In short it is a quote Said to have been made by Churchill that only appears in the book by Hughes.


http://en.wikipedia.org/wiki/Emrys_Hughes

Hughes, Emrys
Winston Churchill in War and Peace
Glasgow, Unity Publishing, 1950. A critical book by one of Churchill’s foes from the Labour Party. 240 pages, paperback . Worth reading for a different view.

Here is a sample of the nutters who use this quote:

http://www.thetruthseeker.co.uk/article.asp?ID=8104

http://www.savethemales.ca/001071.html

Glad you liked my pics, here are some more:

http://i42.photobucket.com/albums/e312/schwere/second%20one/berlin_1945_war_is_over.jpg
http://i42.photobucket.com/albums/e312/schwere/second%20one/berlin8.jpg
http://i42.photobucket.com/albums/e312/schwere/second%20one/berlin2.jpg

http://i42.photobucket.com/albums/e312/schwere/second%20one/berlin7u.jpg

kurt
05-29-2010, 08:26 AM
Does it matter who use this quote or if it is true or false?
Where are your arguments to assert this is false?, false like this one on Irak people:

"I do not understand this squeamishness about the use of gas. We have definitely adopted the position at the Peace Conference of arguing in favour of the retention of gas as a permanent method of warfare. It is sheer affectation to lacerate a man with the poisonous fragment of a bursting shell and to boggle at making his eyes water by means of lachrymatory gas. I am strongly in favour of using poisoned gas against uncivilised tribes. The moral effect should be so good that the loss of life should be reduced to a minimum. It is not necessary to use only the most deadly gasses: gasses can be used which cause great inconvenience and would spread a lively terror and yet would leave no serious permanent effects on most of those affected.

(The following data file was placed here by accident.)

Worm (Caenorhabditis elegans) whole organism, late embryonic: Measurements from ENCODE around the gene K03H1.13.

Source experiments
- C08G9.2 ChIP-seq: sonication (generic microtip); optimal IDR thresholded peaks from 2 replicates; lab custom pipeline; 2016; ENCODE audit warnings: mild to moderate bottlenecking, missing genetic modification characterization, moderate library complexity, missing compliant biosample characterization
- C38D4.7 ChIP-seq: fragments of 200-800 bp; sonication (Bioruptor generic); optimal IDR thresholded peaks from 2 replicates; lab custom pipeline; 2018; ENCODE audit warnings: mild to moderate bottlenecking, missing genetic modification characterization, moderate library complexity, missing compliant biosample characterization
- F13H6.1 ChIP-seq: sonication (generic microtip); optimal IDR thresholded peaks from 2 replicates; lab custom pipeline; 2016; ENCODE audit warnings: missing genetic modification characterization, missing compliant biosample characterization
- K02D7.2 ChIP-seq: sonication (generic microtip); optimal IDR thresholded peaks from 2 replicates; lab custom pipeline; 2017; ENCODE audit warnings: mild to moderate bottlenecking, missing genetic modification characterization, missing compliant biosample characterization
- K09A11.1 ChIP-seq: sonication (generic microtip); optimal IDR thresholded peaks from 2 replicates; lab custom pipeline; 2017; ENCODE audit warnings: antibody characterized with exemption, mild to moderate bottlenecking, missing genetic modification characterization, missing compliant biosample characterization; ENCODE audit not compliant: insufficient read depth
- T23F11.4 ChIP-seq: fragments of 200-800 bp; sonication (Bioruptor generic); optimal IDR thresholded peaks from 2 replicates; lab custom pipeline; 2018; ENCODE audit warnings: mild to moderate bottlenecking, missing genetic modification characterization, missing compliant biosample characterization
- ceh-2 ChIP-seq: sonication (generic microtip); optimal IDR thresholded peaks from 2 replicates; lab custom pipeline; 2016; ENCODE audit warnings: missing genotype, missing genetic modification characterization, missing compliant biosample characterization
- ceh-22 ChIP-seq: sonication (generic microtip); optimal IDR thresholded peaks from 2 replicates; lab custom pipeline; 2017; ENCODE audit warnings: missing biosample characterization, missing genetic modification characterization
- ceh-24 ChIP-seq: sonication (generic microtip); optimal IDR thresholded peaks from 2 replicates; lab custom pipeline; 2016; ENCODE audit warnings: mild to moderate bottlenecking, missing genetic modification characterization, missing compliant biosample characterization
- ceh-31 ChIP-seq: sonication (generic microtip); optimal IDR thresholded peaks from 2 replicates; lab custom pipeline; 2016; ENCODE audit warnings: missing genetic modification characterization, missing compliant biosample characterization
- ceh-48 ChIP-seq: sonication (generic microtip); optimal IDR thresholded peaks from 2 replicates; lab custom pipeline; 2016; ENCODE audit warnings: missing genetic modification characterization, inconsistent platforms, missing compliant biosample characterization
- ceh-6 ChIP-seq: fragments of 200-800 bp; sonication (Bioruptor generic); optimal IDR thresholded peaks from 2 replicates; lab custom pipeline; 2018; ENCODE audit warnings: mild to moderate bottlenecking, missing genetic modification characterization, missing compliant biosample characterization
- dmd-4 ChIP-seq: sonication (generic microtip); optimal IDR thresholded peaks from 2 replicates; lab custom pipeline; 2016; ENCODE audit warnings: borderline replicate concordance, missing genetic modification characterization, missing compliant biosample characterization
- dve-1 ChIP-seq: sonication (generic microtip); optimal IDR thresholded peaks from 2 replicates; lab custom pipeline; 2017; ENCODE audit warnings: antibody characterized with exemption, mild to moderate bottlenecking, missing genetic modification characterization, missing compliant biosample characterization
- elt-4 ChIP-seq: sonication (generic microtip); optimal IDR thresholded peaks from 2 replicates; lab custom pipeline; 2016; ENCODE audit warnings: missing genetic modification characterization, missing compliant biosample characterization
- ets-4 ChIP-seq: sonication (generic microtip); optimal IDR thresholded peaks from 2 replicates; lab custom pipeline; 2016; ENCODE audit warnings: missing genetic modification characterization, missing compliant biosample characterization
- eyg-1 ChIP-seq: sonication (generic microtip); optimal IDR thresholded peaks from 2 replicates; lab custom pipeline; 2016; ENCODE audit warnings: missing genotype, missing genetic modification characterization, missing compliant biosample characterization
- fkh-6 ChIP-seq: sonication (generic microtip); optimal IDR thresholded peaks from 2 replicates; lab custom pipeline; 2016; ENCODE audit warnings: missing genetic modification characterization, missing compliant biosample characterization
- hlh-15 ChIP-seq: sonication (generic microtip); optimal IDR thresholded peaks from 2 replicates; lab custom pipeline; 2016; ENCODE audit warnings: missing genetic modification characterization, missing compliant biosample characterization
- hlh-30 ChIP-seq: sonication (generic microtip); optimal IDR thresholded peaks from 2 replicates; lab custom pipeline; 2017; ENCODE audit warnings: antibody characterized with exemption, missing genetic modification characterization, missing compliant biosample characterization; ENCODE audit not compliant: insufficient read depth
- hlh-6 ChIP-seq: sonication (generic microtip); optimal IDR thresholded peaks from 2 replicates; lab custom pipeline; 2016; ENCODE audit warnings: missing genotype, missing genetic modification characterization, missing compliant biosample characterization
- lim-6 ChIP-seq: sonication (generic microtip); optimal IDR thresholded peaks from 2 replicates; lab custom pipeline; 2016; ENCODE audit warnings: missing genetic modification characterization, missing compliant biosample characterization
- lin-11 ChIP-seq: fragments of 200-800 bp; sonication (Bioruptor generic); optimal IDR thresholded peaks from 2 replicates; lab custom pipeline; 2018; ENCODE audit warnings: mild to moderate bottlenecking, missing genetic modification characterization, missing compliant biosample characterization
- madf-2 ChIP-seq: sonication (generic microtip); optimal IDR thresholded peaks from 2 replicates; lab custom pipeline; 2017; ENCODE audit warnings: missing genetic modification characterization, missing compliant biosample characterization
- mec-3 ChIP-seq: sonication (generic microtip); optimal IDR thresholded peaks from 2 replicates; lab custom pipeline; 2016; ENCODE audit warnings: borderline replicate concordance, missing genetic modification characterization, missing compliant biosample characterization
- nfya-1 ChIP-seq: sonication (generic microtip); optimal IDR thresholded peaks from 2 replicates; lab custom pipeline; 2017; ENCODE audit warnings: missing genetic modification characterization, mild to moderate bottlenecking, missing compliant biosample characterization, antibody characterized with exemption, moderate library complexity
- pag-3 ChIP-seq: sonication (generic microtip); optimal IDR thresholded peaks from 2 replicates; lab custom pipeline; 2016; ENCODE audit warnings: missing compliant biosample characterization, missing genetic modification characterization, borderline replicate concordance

Maybe wiky is another far right hate group,

I can see you have a crush on the russians, fan boy

mkenny
05-29-2010, 08:48 AM
Does it matter who use this quote or if it is true or false?

Lies were the staple of the thuggish Nazi Party. Glad to see you following in their footsteps.



I can see you have a crush on the russians, fan boy

I think a fan boy is someone from a Latin Country using a German name to post. You would have been classed as sub-human by your heroes.

Rising Sun*
05-29-2010, 08:51 AM
Does it matter who use this quote or if it is true or false?

As to who uses it: No.

As to whether it is true or false: Obviously, yes.


]Where are your arguments to assert this is false?

As you're the one using the quote in support of your argument, the burden of proof is upon you. It is impossible to prove that something which does not exist is false as there is no evidence for it, so there is no point asking someone to prove that something which does not exist does not exist.


like this one on Irak people:

Let's keep this to Dunkirk and things related to it.


I can see you have a crush on the russians, fan boy